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Author Topic: SPI line length  (Read 2169 times)
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hello,

Is there limit for SPI wire length for connecting devices ?
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Depending on your cable and transmission speed there WILL be a distance beyond which it will not work reliably.  I have no idea if it's possible to calculate.  Perhaps you should just try it and see what happens.  For maximum distance you'll want to use minimum bit rate.
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Do you have a particular length in mind?

Worst case it you either bit bang the SPI and run it really slow, or use line driver chips, that would get you a few km I would think.

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Rob Gray aka the GRAYnomad www.robgray.com

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LOL

No, you can't bit bang the SPI. The slowest it can possibly go is clock / 128.

It's a synchronous transfer. The Master and Slave have to be in close proximity. Like... on the same PCB.

Go with... 1 foot max distance and you'll be good.

Dude! Did you really mean to use km? Kilometers? Really?
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Quote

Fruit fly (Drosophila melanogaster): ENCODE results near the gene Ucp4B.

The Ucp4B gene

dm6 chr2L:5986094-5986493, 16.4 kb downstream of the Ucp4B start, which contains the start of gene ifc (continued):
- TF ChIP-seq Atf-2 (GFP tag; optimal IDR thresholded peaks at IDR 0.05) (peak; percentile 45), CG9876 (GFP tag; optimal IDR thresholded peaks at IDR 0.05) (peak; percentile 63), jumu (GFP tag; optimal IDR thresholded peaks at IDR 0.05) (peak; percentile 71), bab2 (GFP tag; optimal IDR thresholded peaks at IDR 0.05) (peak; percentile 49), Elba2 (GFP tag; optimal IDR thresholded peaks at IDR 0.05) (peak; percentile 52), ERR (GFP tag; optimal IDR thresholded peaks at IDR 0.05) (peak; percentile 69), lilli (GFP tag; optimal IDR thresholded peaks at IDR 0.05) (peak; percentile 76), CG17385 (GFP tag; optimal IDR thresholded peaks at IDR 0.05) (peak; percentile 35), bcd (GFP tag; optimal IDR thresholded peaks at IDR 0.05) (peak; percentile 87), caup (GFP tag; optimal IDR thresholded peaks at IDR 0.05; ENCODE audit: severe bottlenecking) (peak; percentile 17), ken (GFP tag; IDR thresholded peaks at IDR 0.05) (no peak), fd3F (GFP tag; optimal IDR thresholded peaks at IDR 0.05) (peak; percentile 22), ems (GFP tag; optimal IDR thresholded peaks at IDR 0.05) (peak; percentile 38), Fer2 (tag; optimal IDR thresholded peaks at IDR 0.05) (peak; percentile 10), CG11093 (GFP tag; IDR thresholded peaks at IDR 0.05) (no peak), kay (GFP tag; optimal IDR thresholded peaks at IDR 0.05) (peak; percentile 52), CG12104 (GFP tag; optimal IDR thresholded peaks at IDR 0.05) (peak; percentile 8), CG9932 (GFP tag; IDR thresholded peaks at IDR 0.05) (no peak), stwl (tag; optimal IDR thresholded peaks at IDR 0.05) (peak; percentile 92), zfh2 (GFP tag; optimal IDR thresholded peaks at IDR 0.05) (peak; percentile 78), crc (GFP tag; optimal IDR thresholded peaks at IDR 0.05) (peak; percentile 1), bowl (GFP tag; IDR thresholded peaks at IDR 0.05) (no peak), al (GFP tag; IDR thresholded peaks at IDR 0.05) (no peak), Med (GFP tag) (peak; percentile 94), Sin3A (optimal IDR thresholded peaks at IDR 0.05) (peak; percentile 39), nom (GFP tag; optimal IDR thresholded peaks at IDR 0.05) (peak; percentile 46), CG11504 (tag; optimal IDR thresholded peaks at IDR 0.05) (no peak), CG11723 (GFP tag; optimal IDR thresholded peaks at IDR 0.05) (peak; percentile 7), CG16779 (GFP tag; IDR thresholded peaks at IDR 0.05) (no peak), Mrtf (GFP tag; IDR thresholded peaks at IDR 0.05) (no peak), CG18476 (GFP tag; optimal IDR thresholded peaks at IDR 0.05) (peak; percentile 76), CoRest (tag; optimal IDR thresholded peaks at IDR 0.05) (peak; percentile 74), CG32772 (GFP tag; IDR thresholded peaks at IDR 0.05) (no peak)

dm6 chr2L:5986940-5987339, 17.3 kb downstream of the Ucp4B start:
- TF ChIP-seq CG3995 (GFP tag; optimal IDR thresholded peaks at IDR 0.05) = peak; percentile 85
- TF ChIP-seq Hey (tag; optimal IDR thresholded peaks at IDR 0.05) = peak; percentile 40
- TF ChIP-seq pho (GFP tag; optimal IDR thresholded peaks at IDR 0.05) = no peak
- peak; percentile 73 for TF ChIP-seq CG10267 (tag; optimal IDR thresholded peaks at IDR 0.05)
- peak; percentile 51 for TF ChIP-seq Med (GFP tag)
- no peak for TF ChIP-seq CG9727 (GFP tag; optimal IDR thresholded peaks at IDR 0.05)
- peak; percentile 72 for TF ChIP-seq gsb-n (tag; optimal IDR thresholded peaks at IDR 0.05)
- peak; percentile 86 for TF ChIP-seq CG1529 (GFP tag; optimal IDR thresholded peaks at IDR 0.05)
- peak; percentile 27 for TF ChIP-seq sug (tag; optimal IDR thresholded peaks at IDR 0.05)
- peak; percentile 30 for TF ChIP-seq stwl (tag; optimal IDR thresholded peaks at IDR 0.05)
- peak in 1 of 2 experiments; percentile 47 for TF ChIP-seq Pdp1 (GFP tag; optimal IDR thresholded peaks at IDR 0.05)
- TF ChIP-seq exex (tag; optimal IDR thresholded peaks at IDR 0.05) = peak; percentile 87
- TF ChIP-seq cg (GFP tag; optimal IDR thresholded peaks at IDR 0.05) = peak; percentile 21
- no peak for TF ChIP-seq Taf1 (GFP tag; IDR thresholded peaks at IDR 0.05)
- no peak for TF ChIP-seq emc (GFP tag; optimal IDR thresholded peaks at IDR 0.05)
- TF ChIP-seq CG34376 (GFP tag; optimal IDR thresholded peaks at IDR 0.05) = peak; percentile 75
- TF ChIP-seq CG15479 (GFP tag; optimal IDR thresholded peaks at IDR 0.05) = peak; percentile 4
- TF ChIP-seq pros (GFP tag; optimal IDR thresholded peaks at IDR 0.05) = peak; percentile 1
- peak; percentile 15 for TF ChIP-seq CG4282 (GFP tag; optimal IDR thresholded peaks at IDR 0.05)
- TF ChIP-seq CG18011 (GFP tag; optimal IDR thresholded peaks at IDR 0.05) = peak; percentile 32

No, you can't bit bang the SPI.
Why not? I've done so many times. Not using the SPI hardware of course, just pick 3 pins and wiggle the bits.

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Dude! Did you really mean to use km? Kilometers? Really?
Well I haven't actually tried it smiley, but if you use RS-485 drivers and run fairly slow I don't see why not. RS-485 is rated for 1200m at 100kbps but would do longer at slower speeds I would think.

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It's a synchronous transfer. The Master and Slave have to be in close proximity. Like... on the same PCB.
That's basically true and the way it's normally used, but you can think outside the square.

Of course if you really needed that line length SPI would not usually be the best choice. OTOH say you want a 7-segment display running from a few shift registers 300m away. If you use async you have to add a remote processor, with SPI  you just need a shift register.

(note I use the term SPI to mean any clock/data style sync protocol which may or may not use real SPI hardware)

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